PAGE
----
Editorial: the printed page in the Information Age

This year the Bucknellian turns one hundred and twenty five years old. The first Bucknellian editor-in-chief assumed power the same year that William McKinley was elected; Civil War veterans would have been reaching middle-age; Arizona and New Mexico had not yet been admitted as U.S. states; and the Great Depression was still 30 years hence. 

This “University at Lewisburg” graduates nearly a thousand each year – compared to the three-dozen-strong classes of the nineteenth century – grew majors from five to beyond 60, expanded both uphill and downtown, and shifted with the tide of higher education nationwide.

That founding Bucknellian staff – well, the Orange & Blue then, with a 1915 name change “to make the paper itself more representative” – found it incumbent upon themselves to start something new, a new chronicle of the students of the University (see their first editorial on B4).

As the current editorial staff of the Bucknellian reflects on this century-plus legacy of independent student journalism, we find it important to ask what it really means to be student journalists. Often, as was pointed out in a 1983 editorial by then-editor-in-chief Nancy Campbell, this tradition has been undervalued; Campbell noted that the lack of “credit and/or monetary reward for the job [journalists] do” forced the paper into its first and only serious succession crisis in late 1983.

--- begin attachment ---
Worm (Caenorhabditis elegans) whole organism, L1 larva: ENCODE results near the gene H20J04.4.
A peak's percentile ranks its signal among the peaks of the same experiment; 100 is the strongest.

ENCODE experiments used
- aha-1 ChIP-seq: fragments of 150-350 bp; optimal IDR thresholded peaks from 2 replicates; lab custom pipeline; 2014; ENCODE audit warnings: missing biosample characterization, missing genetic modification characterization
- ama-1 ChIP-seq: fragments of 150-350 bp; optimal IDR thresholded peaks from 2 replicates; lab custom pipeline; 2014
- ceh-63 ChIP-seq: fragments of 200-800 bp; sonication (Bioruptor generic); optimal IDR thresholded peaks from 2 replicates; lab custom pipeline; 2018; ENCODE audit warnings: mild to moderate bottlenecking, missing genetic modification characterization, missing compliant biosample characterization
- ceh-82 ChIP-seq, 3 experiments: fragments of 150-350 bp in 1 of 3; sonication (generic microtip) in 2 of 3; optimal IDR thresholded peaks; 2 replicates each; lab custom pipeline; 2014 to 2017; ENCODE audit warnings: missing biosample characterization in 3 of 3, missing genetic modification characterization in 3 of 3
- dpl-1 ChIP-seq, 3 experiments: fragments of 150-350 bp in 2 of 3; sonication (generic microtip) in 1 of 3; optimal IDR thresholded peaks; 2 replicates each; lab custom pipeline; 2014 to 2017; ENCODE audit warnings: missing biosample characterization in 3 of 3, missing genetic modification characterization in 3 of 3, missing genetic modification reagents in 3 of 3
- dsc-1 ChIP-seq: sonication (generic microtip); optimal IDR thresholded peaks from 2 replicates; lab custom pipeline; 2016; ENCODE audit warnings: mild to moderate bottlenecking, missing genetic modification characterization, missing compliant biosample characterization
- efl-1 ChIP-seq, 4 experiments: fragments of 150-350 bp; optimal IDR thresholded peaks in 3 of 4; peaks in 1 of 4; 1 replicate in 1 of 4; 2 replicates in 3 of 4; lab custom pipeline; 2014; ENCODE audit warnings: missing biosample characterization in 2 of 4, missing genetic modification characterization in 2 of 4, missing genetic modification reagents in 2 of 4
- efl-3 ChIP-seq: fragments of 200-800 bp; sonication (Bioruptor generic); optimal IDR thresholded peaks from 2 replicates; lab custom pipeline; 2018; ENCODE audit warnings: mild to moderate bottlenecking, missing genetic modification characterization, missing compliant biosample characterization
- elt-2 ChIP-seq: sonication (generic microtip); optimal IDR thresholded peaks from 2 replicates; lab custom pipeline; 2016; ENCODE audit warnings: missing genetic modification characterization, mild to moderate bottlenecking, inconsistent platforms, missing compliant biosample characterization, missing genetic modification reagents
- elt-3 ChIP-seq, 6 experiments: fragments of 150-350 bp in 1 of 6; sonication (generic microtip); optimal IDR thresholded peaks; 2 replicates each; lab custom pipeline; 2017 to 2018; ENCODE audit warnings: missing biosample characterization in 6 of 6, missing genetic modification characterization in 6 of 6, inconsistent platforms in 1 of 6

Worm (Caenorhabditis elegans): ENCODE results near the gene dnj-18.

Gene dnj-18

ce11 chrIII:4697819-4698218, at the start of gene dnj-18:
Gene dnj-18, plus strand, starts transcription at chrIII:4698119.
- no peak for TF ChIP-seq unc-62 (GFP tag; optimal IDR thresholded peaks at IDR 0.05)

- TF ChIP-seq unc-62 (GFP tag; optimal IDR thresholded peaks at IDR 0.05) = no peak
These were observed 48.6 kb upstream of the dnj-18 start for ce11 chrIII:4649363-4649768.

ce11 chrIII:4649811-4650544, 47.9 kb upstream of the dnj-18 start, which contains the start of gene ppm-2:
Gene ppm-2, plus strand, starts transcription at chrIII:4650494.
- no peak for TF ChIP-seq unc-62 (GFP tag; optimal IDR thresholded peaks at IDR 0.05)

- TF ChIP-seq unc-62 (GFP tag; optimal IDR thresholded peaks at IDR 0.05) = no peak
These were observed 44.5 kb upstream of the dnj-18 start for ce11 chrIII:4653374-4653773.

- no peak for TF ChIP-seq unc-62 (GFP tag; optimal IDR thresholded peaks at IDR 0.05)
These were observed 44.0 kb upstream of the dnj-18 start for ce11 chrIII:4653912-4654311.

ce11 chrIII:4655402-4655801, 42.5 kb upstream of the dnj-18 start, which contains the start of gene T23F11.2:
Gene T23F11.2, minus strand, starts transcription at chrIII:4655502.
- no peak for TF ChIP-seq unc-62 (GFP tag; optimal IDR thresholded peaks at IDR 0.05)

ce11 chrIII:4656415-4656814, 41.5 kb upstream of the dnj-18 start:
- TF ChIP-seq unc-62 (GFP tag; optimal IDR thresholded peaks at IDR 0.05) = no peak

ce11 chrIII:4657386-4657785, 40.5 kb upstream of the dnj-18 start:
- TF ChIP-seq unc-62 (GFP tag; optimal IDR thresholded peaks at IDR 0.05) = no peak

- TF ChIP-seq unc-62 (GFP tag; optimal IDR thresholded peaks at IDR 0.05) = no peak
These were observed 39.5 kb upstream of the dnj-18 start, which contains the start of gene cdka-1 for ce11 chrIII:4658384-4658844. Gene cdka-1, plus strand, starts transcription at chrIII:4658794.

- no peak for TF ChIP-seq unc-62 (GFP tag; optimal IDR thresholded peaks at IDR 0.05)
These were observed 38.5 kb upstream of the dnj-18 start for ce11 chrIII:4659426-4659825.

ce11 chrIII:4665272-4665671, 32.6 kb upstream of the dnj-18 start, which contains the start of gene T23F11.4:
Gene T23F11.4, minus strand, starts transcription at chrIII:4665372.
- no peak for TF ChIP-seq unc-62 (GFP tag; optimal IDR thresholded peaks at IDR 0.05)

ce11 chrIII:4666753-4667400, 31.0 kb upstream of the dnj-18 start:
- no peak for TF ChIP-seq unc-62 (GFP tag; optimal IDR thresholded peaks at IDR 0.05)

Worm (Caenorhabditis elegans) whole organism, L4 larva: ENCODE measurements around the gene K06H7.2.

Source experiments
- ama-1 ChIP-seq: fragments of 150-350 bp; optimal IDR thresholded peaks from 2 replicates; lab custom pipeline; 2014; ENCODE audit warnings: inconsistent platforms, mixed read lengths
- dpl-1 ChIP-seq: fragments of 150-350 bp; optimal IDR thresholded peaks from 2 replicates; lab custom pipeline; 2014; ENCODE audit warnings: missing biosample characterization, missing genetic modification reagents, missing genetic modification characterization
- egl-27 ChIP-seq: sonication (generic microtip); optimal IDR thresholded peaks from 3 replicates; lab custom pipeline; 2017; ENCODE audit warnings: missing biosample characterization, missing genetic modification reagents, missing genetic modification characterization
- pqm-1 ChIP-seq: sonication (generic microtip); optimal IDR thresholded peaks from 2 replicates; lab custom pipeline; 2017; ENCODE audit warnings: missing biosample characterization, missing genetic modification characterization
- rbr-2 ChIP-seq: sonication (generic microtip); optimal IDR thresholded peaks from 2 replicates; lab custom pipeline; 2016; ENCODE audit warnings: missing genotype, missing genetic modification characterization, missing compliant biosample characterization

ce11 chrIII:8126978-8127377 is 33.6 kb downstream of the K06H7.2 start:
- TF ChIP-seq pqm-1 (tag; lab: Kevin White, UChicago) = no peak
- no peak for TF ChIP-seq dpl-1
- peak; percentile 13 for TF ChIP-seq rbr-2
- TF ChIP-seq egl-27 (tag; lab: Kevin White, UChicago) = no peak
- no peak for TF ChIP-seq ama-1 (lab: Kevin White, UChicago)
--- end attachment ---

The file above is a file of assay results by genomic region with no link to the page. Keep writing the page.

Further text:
But despite these problems, the paper has continued to pursue its mission to provide coverage on issues vital to the campus community. During the height of student activism in the latter half of the 20th century, the Bucknellian was utilized to coordinate protests against the Vietnam War and the South African apartheid system. In 2008, amid a systemic omission of reporting on campus sexual assault by Public Safety, it was the Bucknellian who broke this silence in an award-winning article on Public Safety’s obligations under the Clery Act and the increase in assaults it had underreported. A 2020 article by Spandan Marasini highlighted the widespread food insecurity issues that had plagued campus facilities for years. And just this year, the Bucknellian provided coverage of a scandal involving the University’s former Chief of Public Safety, who allegedly allowed a suspect in a student conduct investigation to delete evidence of potential sexual harassment off his phone. In each case students took the initiative to provide students, faculty and staff with the highest possible-quality reporting on the issues that mattered to them.